Content note for police violence against children of color.

Last week in South Carolina, a white school officer, Deputy Ben Fields — or officer slam, as he has been known among the school’s students prior to this incident — attacked a non-resisting, silent teenage girl by violently throwing her from her seat, causing her multiple physical injuries and emotional trauma.  Her crime?  Earlier in the class period, she did not immediately comply with a teacher’s request to put away her cell phone.  Additionally, she was black.

Fortunately, one of her classmates took out his phone and videotaped the encounter.  In the video, as many have pointed out, it is clear that the officer made no attempt at intervention, other than to move the girl’s laptop off her desk, indicating that he had decided to attack her (which is the proper verb for when an adult man throws a teenage girl onto the ground) from the very beginning of the encounter.

Yet even with a clear video of what took place, including the girl’s silence and lack of any physical threat to the man who initiated physical aggression towards her, news media have responded by defending the officer’s actions and seeking ways to explain his behavior.  People have said everything from “well what happened before the camera started rolling?” implying some sort of prior aggression by the girl toward the officer, when in fact multiple witnesses say that nothing of the kind took place, to arguing that the video should be viewed in a “broader context” in which teachers feel that their safety and authority is chronically threatened by the students in their classroom and therefore are justified in calling in for backup.

In this latter, sickening video, the mediaperson makes an odd sort of statement inviting viewers to “ask any teacher” because, presumably, they will endorse feeling threatened by their students to the point of requiring police involvement.  Well, I have a number of friends who teach in disadvantaged school districts.  So, I asked them.  Their replies all boiled down to the following:

If you can’t handle a teenage girl who doesn’t want to put away her cell phone in class without calling for the police — don’t become an educator.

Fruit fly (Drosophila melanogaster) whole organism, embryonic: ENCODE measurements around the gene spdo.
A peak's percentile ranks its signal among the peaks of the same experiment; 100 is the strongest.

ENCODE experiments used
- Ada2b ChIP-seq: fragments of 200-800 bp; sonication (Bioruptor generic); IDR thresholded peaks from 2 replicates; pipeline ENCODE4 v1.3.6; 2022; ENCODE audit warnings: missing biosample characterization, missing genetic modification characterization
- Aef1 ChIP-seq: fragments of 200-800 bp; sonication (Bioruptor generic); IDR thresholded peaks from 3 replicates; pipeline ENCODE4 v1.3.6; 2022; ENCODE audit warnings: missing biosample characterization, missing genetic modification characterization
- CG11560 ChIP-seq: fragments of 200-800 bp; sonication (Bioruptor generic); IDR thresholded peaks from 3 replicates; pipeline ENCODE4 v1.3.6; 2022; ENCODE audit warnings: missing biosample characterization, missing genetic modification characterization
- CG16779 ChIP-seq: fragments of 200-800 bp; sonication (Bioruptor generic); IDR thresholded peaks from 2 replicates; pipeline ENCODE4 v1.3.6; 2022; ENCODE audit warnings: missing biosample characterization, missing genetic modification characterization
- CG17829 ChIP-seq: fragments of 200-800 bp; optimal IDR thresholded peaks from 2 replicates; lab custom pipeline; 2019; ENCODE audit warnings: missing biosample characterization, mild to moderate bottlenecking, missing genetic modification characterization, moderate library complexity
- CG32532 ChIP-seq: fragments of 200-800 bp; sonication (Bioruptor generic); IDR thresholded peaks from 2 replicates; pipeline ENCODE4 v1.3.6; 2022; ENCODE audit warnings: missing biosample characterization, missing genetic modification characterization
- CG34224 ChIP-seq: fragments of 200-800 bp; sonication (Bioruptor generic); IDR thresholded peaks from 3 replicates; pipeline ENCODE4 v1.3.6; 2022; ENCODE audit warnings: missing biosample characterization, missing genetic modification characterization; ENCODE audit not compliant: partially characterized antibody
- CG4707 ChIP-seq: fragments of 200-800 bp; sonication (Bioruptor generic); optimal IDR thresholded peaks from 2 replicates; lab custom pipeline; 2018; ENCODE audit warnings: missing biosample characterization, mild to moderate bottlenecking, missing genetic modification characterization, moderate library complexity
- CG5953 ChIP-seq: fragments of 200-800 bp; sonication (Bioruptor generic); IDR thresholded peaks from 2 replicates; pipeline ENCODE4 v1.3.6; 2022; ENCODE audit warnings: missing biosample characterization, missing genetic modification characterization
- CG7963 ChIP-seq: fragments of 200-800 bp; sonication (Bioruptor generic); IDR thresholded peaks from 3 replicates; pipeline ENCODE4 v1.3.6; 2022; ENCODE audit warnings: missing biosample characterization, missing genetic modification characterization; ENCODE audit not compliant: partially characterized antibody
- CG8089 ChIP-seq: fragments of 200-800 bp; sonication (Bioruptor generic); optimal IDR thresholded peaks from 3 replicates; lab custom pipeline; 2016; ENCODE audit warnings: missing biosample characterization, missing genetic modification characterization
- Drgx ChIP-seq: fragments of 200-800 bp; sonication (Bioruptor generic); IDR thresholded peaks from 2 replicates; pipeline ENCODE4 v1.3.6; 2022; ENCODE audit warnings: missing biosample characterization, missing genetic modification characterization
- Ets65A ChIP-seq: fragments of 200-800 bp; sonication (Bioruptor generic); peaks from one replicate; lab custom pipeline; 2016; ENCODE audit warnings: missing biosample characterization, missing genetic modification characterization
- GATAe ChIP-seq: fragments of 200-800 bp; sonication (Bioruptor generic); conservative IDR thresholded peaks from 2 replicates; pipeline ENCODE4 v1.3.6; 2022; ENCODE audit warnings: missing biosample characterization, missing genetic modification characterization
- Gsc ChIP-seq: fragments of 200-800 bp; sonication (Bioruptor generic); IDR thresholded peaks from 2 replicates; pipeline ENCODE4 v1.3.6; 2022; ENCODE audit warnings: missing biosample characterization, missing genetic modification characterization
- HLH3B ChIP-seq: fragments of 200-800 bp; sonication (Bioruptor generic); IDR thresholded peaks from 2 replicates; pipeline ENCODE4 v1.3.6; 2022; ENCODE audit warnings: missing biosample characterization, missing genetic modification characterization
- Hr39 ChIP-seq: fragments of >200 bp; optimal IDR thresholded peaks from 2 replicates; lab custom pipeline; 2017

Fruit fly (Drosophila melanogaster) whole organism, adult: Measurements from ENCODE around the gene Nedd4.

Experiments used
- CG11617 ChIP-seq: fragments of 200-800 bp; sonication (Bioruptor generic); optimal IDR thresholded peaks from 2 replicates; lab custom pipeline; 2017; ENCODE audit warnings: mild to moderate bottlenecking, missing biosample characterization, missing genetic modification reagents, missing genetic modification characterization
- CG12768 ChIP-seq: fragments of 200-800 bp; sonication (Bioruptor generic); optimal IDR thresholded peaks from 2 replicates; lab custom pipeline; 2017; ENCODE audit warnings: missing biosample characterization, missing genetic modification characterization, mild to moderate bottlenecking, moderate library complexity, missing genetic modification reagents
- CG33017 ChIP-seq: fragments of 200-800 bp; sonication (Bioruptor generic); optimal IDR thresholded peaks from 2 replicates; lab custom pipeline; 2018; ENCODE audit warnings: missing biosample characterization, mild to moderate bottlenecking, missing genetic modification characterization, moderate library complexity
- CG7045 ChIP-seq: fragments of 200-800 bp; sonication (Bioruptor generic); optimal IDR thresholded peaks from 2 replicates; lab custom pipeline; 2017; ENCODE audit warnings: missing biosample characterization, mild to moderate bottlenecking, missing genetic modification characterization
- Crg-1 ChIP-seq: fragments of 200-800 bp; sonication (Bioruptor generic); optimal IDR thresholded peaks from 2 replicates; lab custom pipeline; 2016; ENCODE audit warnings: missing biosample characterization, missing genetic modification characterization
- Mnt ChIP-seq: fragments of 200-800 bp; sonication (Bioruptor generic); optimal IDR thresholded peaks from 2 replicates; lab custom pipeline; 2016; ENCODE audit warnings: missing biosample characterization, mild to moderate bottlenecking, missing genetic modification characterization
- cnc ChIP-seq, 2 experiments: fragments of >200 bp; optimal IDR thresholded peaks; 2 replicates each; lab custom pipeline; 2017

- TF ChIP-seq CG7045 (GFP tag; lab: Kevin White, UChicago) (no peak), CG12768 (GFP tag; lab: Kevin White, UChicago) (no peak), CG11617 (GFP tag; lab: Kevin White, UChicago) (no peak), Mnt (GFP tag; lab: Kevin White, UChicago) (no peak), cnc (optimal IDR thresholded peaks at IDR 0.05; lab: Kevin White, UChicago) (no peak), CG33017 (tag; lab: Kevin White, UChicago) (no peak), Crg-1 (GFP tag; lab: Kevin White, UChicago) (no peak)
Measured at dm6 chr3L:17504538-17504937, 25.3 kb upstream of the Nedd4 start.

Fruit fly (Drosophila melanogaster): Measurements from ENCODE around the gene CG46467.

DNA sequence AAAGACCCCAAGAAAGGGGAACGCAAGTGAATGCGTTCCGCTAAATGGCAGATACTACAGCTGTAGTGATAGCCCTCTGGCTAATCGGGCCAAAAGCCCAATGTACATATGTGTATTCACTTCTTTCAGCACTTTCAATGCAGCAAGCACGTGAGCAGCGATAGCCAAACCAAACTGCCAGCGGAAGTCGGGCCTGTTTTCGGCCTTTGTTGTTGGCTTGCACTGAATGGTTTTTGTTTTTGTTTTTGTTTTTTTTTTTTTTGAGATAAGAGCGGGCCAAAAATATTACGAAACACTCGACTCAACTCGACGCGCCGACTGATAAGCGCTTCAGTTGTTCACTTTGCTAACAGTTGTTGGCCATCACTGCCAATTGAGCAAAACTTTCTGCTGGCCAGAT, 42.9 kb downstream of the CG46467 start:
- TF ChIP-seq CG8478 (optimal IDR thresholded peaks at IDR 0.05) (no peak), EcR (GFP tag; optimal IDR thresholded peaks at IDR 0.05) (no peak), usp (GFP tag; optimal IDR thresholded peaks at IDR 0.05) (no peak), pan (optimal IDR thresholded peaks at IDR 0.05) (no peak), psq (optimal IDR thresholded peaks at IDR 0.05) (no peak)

Seriously, just don’t.

However, that’s not half of why the response to this incident is so obnoxious and horrible.  Beyond the fact that this mediawoman’s claims are simply not backed up by anecdotes from teachers and by research on the subject, I think we can all acknowledge that media folks would not be bending over backwards to defend the actions of a policeman who nearly broke the neck of a white girl who didn’t want to put away her phone.  As has been upsettingly and infuriatingly found in study after study, black children are simply not given the same benefit of the doubt and attributions of innocence that white children are given.  Black children are portrayed as a threat; white children are portrayed as students.  A black teenage girl who doesn’t want to give up her phone and is consequently attacked is portrayed as dangerous; a white teenage girl would be portrayed as a “Silly teenage girl,” which is still sexist but profoundly less likely to land her in a cast.

Which brings us back to a sadly necessary refrain: attitudes are not harmless and they do matter.  Yours do, mine do, your parents’ do, that media-person’s do, and we have to speak up and challenge them wherever possible.  Sticks and stones may break bones, but words tell people whose bones to break.  Unless we continue fighting to change stereotypes attitudes toward people of color, they are going to continue being attacked, and our entire society bears that responsibility.

If you consider yourself an ally of people of color, now, as always, is the time.  Speak up, speak out, speak loud.